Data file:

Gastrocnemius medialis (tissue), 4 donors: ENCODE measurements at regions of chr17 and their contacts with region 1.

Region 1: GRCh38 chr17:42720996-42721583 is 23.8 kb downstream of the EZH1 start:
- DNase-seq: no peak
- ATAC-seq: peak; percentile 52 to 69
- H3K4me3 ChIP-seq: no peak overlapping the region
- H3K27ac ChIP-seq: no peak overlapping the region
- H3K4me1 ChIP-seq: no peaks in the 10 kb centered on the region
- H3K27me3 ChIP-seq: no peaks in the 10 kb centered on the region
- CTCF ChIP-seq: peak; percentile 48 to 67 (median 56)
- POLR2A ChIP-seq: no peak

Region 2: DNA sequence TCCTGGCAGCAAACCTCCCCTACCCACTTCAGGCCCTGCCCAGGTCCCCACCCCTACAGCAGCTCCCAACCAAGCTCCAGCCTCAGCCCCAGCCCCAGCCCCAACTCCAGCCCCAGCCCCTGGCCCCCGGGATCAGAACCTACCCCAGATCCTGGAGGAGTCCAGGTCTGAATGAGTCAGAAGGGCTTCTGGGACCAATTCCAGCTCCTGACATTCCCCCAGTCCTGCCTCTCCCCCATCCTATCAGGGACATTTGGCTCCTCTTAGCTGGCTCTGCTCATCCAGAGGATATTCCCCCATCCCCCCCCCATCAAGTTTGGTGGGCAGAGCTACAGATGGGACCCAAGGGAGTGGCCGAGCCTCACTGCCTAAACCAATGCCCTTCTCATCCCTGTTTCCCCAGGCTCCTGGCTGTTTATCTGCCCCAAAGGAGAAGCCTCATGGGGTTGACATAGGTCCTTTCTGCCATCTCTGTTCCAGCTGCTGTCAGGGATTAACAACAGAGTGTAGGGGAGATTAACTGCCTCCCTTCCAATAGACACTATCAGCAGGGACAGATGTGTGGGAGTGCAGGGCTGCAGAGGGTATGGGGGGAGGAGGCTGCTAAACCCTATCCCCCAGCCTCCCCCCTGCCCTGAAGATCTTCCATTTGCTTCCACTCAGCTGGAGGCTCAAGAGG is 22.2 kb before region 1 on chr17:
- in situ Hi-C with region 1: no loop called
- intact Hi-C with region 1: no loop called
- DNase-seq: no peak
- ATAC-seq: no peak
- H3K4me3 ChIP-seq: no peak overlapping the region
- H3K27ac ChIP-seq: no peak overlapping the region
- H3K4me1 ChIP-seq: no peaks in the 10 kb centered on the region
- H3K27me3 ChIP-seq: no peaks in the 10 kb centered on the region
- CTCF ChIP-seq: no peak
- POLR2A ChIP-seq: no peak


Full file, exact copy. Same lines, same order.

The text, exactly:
Gastrocnemius medialis (tissue), 4 donors: ENCODE measurements at regions of chr17 and their contacts with region 1.

Region 1: GRCh38 chr17:42720996-42721583 is 23.8 kb downstream of the EZH1 start:
- DNase-seq: no peak
- ATAC-seq: peak; percentile 52 to 69
- H3K4me3 ChIP-seq: no peak overlapping the region
- H3K27ac ChIP-seq: no peak overlapping the region
- H3K4me1 ChIP-seq: no peaks in the 10 kb centered on the region
- H3K27me3 ChIP-seq: no peaks in the 10 kb centered on the region
- CTCF ChIP-seq: peak; percentile 48 to 67 (median 56)
- POLR2A ChIP-seq: no peak

Region 2: DNA sequence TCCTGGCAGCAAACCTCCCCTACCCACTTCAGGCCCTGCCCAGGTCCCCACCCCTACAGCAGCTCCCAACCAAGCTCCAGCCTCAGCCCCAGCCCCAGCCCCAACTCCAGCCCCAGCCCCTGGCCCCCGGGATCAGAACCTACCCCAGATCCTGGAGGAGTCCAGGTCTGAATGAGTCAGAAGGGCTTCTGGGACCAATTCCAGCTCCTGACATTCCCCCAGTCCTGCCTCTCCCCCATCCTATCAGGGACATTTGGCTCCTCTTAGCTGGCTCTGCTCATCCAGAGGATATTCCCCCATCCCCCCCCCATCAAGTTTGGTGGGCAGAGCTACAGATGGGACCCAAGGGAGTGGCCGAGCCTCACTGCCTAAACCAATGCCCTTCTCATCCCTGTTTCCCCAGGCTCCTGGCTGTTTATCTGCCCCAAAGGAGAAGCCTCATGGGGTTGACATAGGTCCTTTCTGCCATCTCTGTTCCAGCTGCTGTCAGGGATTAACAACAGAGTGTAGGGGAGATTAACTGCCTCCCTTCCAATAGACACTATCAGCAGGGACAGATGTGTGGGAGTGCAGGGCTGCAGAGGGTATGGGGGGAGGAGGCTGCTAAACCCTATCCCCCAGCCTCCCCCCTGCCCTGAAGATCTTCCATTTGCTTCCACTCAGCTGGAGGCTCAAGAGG is 22.2 kb before region 1 on chr17:
- in situ Hi-C with region 1: no loop called
- intact Hi-C with region 1: no loop called
- DNase-seq: no peak
- ATAC-seq: no peak
- H3K4me3 ChIP-seq: no peak overlapping the region
- H3K27ac ChIP-seq: no peak overlapping the region
- H3K4me1 ChIP-seq: no peaks in the 10 kb centered on the region
- H3K27me3 ChIP-seq: no peaks in the 10 kb centered on the region
- CTCF ChIP-seq: no peak
- POLR2A ChIP-seq: no peak